Long time no see, everyone. I’ve been away for a while to focus on my studies, but I’m back with a short update. I’ve recently made some changes to my collection, and those changes aren’t 100% congruent with my approach in the past, so in this post, I’m going to be going through the changes I’ve made and basically backtrack on some of talking points I’ve brought up on this blog in the past.
1. I think variegated monsteras are overpriced and not worth the money
I’ve said in the past that the aesthetic appeal of variegated monsteras isn’t proportionate to the hefty price tag attached to them. For the most part, I still think this is a matter of personal taste and opinion, and I’d be willing to bet that at their current price (here in Australia at least), most people would find them rather overpriced for what is really being offered. That being said, I recently got a juvenile Thai Constellation at an acceptable discounted price which I was happy with, even knowing that the Thai Constellation has a stable mutation causing its variegation (making it possible to eventually mass produce through tissue culture). This actually brings me to my next point: If you want a Thai Constellation and you can’t find it for a good price, just wait until they hit the market after being mass produced through tissue culture. They’re already currently being produced via tissue culture, and I’m not 100% sure about this, but I believe there are companies which probably have them ready to go at this point, and are still holding off on selling them en masse to inflate prices.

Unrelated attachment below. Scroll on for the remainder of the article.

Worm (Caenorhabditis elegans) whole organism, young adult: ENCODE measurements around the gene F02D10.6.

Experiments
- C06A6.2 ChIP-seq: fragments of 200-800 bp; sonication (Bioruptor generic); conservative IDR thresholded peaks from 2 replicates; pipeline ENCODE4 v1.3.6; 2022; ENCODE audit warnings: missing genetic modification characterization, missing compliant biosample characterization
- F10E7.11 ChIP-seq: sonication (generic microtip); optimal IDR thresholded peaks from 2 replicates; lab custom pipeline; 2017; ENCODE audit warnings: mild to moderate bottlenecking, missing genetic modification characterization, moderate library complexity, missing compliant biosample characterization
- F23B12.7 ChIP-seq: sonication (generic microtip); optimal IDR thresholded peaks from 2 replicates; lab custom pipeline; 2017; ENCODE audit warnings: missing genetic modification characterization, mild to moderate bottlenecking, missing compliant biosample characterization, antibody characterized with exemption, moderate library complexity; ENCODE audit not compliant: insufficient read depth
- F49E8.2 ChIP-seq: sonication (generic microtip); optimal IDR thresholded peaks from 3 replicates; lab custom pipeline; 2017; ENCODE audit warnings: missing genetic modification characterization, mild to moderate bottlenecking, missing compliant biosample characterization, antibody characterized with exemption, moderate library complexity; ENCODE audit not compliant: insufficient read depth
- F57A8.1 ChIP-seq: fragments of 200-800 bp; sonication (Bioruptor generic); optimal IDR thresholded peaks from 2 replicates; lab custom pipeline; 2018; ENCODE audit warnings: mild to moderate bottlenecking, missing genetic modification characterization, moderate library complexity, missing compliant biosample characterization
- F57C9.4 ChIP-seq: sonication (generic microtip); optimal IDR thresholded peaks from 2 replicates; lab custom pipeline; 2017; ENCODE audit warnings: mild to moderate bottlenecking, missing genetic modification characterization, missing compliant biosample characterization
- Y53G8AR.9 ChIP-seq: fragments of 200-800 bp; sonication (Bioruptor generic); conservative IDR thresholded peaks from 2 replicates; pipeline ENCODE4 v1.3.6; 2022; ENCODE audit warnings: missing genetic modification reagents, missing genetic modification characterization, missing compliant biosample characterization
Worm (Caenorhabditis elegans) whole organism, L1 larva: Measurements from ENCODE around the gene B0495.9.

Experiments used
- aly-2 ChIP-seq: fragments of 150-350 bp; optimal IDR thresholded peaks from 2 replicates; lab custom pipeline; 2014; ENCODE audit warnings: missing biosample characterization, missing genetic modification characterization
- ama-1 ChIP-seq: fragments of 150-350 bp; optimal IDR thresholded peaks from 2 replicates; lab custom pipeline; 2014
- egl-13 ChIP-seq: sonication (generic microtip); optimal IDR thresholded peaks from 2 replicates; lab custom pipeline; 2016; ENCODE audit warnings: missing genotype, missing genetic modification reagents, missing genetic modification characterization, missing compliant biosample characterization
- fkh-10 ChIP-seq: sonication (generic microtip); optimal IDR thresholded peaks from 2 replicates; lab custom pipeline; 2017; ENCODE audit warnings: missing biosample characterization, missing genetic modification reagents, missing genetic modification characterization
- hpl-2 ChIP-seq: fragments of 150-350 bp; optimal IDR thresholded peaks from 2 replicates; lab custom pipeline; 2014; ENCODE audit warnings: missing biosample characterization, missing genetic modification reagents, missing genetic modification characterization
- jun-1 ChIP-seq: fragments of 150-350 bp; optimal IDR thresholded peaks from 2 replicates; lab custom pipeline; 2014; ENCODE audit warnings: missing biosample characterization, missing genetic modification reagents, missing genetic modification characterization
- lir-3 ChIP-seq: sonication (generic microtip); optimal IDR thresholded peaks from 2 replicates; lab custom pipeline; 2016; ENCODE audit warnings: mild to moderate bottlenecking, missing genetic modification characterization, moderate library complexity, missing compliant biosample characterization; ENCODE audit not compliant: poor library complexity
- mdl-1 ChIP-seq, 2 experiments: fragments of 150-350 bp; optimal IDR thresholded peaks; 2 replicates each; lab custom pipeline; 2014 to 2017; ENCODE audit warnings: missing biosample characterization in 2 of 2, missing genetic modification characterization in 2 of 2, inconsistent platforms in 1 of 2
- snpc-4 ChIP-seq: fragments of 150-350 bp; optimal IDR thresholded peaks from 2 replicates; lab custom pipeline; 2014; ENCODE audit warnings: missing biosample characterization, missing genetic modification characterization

2. Peaceful coexistence with fungus gnats
Remember when I idealistically said that I didn’t see the point in killing fungus gnats because they don’t do that much harm to our plants and they’re kind of just nuisances? Well, that holds true for the winter time, since there aren’t as many around. Besides, I decided there was nothing I could really do about them, since everyone with a significant amount of plants has fungus gnats in their homes.
However, because my room is so warm and humid in the spring, the population of fungus gnats just completely ballooned. It was an infestation — I couldn’t go a few seconds without seeing one or more flitting through the air around me. They landed on my laptop screen when I was watching lectures, they’d land on me, flit around me all day and make that irritating buzzing sound as they flew past my ears. It was an absolute nightmare. I ended up enacting fungus gnat genocide using Yates’ Fungus Gnat Barrier. It’s basically like less intimidating diatomaceous earth that you put a layer of on top of soil: it’s just really fine, abrasive pieces of pumice (a kind of rock that is also a fairly standard component of potting soil) so small that fungus gnats can’t burrow through it because it’s basically like coarse sand. That way, they can’t lay eggs in the moist soil below.
After about three weeks of use, I’ve already noticed that there are so much fewer fungus gnats in my room, so I’m well on my way to enacting complete fungus gnat genocide 🙂
On a similar (but irrelevant) note, I’ve now gotten rid of those pesky spider mites. Luckily, I was able to control the outbreak by spotting it early. There are no more on my leaves or stems, and they won’t be making their way out of the soil thanks to the abrasive pumice.
3. I don’t need moisture metres to tell when to water
Thanks to the pumice layer (roughly 2-3cm or 1 inch) thick, it’s been harder to tell when to water just by using my finger to feel the soil. It’s annoying, but I’ve been determining when to water by looking at the leaves of my plants, picking up the pot to feel its weight and looking at the soil at the bottom of the pot through the drainage holes. Luckily, I know my plants well enough to get away with it.
The only concession I’m taking is with my variegated Syngonium. I’ve stuck a little Scindapsus pictus in the pot too, so that it acts as a kind of moisture metre, since its leaves curl whenever the pot gets dry.